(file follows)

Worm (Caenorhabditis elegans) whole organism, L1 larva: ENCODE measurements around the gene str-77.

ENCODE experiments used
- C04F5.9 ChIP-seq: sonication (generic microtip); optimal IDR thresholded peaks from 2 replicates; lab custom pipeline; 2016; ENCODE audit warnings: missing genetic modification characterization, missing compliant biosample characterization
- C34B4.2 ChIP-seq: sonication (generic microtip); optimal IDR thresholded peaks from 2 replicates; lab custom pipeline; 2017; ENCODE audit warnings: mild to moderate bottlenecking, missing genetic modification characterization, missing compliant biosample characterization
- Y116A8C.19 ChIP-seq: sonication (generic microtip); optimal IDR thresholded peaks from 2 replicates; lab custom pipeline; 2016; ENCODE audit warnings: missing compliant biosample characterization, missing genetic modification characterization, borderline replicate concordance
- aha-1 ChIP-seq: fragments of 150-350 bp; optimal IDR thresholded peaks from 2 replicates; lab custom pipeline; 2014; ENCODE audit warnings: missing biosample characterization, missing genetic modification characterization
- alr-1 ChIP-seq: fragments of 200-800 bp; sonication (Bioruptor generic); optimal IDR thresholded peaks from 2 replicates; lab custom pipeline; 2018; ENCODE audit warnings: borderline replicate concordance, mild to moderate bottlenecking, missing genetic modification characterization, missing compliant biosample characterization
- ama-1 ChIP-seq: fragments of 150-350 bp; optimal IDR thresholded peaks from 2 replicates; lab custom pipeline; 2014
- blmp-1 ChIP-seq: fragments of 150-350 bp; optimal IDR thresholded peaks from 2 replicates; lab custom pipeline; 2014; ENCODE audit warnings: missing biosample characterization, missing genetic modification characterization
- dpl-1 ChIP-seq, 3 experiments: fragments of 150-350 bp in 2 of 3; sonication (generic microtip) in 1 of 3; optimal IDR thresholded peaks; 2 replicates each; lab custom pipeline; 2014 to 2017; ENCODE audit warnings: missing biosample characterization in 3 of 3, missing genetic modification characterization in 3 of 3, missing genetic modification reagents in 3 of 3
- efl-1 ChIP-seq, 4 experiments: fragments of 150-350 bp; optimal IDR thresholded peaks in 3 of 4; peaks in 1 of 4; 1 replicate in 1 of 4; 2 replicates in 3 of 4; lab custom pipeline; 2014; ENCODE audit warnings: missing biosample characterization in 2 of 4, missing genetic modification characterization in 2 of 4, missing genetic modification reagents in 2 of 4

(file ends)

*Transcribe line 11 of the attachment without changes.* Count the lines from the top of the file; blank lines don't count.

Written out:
- efl-1 ChIP-seq, 4 experiments: fragments of 150-350 bp; optimal IDR thresholded peaks in 3 of 4; peaks in 1 of 4; 1 replicate in 1 of 4; 2 replicates in 3 of 4; lab custom pipeline; 2014; ENCODE audit warnings: missing biosample characterization in 2 of 4, missing genetic modification characterization in 2 of 4, missing genetic modification reagents in 2 of 4